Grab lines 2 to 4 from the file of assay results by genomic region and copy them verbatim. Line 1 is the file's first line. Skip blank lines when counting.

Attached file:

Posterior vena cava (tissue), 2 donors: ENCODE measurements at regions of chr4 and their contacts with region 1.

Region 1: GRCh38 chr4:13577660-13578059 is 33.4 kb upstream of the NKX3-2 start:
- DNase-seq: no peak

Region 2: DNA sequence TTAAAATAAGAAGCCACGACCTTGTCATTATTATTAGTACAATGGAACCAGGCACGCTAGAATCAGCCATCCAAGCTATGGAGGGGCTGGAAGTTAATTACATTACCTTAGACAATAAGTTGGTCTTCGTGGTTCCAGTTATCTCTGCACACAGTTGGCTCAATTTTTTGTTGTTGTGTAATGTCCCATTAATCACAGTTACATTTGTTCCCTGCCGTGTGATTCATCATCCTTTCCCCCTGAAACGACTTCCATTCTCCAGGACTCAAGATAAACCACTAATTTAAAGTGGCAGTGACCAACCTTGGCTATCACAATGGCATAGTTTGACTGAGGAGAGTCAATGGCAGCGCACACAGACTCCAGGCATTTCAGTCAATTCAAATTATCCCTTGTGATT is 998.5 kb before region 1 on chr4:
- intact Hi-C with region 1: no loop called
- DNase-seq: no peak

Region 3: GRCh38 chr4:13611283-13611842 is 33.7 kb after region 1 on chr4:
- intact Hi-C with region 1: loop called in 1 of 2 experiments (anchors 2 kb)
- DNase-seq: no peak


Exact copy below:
Region 1: GRCh38 chr4:13577660-13578059 is 33.4 kb upstream of the NKX3-2 start:
- DNase-seq: no peak

Region 2: DNA sequence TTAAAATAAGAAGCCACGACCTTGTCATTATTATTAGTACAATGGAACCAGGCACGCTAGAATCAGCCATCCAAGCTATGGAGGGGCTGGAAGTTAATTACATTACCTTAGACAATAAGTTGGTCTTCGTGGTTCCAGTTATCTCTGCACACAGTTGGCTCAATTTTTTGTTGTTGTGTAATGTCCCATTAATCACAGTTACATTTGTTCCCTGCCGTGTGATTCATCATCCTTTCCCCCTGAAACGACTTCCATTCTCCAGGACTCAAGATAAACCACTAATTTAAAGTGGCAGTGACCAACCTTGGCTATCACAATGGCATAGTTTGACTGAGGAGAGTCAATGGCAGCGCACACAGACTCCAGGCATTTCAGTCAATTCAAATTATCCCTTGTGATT is 998.5 kb before region 1 on chr4: